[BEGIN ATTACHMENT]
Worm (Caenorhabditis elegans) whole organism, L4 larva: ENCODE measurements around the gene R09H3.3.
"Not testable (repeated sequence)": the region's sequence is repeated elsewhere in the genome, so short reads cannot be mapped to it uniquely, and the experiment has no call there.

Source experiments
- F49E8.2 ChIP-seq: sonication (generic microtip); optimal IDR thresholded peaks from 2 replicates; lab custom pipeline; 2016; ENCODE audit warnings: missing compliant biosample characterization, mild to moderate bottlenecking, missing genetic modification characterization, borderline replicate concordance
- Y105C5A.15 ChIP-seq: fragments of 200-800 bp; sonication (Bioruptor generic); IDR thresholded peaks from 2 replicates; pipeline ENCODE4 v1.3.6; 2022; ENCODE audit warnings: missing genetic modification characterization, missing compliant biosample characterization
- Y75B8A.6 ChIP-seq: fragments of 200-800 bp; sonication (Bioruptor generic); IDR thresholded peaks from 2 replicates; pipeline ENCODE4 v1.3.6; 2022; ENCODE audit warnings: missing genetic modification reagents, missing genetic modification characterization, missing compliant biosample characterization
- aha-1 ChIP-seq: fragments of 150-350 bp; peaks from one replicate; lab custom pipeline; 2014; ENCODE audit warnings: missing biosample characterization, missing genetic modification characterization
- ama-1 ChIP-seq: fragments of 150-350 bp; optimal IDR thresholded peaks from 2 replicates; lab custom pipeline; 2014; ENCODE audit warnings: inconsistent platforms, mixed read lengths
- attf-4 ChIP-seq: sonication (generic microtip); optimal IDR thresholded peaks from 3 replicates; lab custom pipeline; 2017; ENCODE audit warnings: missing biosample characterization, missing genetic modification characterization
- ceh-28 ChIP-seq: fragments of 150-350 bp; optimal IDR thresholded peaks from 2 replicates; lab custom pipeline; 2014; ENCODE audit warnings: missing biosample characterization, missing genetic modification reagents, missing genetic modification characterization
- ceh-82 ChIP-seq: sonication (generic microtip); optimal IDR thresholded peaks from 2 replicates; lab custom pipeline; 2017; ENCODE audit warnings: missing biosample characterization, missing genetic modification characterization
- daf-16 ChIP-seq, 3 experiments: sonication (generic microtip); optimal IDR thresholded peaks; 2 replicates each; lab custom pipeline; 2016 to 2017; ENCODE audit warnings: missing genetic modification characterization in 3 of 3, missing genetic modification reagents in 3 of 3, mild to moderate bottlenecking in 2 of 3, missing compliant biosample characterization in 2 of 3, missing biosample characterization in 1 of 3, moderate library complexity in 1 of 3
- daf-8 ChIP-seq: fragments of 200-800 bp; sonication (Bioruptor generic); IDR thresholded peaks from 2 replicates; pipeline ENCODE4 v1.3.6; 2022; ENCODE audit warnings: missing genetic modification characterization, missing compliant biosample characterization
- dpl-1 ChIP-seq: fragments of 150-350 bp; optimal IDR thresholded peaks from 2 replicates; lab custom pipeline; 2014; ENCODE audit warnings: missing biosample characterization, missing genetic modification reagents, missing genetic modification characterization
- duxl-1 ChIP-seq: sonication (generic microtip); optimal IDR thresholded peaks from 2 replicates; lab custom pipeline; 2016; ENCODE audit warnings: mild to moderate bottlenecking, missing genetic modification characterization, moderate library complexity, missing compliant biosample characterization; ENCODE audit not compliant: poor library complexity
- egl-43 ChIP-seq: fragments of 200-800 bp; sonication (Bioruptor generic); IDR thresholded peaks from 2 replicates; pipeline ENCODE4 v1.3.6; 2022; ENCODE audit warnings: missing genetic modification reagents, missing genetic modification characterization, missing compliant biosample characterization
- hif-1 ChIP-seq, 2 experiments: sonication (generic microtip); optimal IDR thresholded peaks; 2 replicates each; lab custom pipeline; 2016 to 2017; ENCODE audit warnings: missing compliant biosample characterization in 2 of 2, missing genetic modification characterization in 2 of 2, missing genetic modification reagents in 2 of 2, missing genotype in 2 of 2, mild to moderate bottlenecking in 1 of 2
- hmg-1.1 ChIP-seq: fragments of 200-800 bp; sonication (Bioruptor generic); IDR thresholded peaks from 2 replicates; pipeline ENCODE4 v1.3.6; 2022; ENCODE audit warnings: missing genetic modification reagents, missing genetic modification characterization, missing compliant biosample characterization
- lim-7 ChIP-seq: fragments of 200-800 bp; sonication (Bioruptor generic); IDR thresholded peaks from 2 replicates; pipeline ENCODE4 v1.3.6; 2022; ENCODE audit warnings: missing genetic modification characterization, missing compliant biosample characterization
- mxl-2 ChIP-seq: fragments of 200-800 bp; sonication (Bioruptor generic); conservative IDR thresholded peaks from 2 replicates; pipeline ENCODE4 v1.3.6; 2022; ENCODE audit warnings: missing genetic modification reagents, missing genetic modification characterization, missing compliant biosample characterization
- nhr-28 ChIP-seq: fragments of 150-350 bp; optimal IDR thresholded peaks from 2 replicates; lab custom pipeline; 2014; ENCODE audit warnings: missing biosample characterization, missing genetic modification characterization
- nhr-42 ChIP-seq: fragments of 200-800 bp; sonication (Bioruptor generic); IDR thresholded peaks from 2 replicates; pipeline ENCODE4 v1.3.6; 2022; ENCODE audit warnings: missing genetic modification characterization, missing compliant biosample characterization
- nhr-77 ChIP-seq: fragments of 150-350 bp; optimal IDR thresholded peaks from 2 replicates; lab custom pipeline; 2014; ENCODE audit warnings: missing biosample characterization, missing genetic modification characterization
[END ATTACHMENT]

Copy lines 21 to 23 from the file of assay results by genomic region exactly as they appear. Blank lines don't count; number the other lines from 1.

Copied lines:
- nhr-28 ChIP-seq: fragments of 150-350 bp; optimal IDR thresholded peaks from 2 replicates; lab custom pipeline; 2014; ENCODE audit warnings: missing biosample characterization, missing genetic modification characterization
- nhr-42 ChIP-seq: fragments of 200-800 bp; sonication (Bioruptor generic); IDR thresholded peaks from 2 replicates; pipeline ENCODE4 v1.3.6; 2022; ENCODE audit warnings: missing genetic modification characterization, missing compliant biosample characterization
- nhr-77 ChIP-seq: fragments of 150-350 bp; optimal IDR thresholded peaks from 2 replicates; lab custom pipeline; 2014; ENCODE audit warnings: missing biosample characterization, missing genetic modification characterization